Any contentious issues involving commercial broadcaster Klubradio should be resolved through legal channels, the Media Council of media authority NMHH said in a statement on Tuesday.
While there are no effective rulings to settle Klubradio’s situation, Hungary’s media law is ensuring that the station can continue to operate, the authority said.
Thousands demonstrated in central Budapest at the weekend to express their support for Klubradio. Organisers noted that the radio station had been operating under temporary licences for the past two years, and demanded the allocation of a permanent frequency for the broadcaster’s local station in Budapest. They also called for Klubradio’s network outside Budapest to be rebuilt and demanded that it should have the right to free broadcast as a community radio station.
Andras Arato, chief of the left-leaning station, said at the event that the station had become a symbol of the freedom of the press and accused the authority of representing a discriminative, protectionist attitude.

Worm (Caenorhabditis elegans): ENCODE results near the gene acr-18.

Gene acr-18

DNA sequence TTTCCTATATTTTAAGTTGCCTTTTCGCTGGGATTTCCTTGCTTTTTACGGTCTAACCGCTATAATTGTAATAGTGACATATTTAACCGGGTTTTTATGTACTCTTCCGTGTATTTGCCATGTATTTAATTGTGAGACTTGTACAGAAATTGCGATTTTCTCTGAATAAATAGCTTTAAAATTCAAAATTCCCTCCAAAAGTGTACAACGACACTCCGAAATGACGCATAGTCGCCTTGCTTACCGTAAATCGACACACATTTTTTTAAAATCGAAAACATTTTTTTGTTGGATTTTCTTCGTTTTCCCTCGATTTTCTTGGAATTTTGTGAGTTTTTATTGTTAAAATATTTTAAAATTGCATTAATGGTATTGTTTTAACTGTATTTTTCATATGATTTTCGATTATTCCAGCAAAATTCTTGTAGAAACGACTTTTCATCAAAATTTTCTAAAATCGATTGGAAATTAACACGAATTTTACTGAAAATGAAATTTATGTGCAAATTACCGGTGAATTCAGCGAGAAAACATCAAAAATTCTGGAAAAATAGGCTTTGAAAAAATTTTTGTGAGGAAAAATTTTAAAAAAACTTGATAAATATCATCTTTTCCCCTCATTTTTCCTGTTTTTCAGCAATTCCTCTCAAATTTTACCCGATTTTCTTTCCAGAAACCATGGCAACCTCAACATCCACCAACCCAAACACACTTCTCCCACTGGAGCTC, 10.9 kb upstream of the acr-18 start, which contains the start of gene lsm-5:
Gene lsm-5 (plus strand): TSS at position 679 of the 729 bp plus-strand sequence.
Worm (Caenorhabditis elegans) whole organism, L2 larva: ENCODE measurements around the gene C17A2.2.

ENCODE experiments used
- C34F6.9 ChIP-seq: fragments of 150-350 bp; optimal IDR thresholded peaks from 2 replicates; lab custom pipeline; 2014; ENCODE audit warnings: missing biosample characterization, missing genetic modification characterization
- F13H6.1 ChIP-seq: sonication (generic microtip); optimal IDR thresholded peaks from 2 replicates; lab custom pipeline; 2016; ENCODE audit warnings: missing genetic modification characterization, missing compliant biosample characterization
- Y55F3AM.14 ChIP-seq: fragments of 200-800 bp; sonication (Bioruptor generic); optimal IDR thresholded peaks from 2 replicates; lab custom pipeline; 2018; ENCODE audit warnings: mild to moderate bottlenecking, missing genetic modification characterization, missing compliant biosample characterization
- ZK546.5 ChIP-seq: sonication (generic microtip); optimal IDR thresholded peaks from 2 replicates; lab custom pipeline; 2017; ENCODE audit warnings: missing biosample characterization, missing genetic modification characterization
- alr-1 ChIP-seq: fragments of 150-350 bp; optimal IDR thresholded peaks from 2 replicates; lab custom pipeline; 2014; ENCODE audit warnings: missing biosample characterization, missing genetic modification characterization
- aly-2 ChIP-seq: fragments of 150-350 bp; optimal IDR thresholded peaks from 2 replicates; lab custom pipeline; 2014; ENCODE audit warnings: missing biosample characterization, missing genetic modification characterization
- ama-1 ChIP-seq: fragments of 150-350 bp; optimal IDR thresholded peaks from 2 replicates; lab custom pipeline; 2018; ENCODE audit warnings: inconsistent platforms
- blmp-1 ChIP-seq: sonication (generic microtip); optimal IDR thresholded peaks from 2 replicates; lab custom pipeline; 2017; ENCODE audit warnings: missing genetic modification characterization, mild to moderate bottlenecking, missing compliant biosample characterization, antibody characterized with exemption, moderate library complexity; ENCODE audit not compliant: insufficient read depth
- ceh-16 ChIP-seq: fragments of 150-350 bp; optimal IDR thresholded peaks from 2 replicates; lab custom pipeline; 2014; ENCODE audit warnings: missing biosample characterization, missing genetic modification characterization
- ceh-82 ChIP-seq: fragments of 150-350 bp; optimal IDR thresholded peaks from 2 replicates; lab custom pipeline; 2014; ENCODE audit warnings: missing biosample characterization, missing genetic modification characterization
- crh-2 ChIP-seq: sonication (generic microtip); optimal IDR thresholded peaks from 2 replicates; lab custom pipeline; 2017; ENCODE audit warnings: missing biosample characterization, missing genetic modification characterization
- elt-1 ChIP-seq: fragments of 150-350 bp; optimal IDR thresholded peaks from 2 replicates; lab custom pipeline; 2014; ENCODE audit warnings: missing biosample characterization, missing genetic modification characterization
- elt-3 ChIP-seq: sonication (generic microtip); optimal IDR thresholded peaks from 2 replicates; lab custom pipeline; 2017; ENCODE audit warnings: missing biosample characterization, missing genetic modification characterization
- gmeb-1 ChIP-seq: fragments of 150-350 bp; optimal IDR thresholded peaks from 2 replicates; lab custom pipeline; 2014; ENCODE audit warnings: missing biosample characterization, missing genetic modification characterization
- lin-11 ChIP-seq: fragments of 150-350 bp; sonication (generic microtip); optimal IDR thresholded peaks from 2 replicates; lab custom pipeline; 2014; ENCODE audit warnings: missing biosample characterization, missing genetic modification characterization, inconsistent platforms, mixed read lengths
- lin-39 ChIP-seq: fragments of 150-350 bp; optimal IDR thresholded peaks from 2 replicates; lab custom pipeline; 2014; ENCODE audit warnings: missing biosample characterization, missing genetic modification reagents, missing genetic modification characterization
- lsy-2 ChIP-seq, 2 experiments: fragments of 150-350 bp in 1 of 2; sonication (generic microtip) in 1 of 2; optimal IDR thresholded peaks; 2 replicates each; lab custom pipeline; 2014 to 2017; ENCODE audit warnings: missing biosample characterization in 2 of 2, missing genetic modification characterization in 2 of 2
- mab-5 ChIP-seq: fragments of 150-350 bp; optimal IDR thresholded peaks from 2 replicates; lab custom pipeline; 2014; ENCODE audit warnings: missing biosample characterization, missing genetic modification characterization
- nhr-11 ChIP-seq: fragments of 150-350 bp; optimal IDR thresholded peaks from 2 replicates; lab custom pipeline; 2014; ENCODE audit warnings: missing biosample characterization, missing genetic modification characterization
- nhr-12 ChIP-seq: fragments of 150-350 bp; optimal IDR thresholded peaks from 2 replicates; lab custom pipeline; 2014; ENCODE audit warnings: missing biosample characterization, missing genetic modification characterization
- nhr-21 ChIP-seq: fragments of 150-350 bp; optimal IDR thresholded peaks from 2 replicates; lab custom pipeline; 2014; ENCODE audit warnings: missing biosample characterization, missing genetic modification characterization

The NMHH said in its statement today that Arato had made “statements of a political nature,” qualifying this as “unusual”. The NMHH, an independent authority, will not act on political demands, it added.
Under Hungary’s media law the authority has ensured an opportunity for Klubradio to broadcast in Budapest for half of the regular fee. “[But] not paying even a reduced price contravenes European practice,” it added.
The Media Council will continue to ensure Klubradio’s right to use the 95.3 Mhz frequency in Budapest and will do its best to resolve contentious issues as soon as possible, the statement said.
Klubradio objects to the NMHH’s declaring the outcome of a bid for the 95.3 MHz frequency invalid. A final court ruling is expected on March 5.
The broadcaster has two ongoing disputes with the authority over frequencies, concerning the national 95.3 MHz and the local 92.9 MHz one which covers Budapest. In the case of the latter, Klubradio’s owners launched a lawsuit because the NMHH had failed to conclude a contract with it even though the authority’s predecessor, the ORTT, had declared its bid the winner.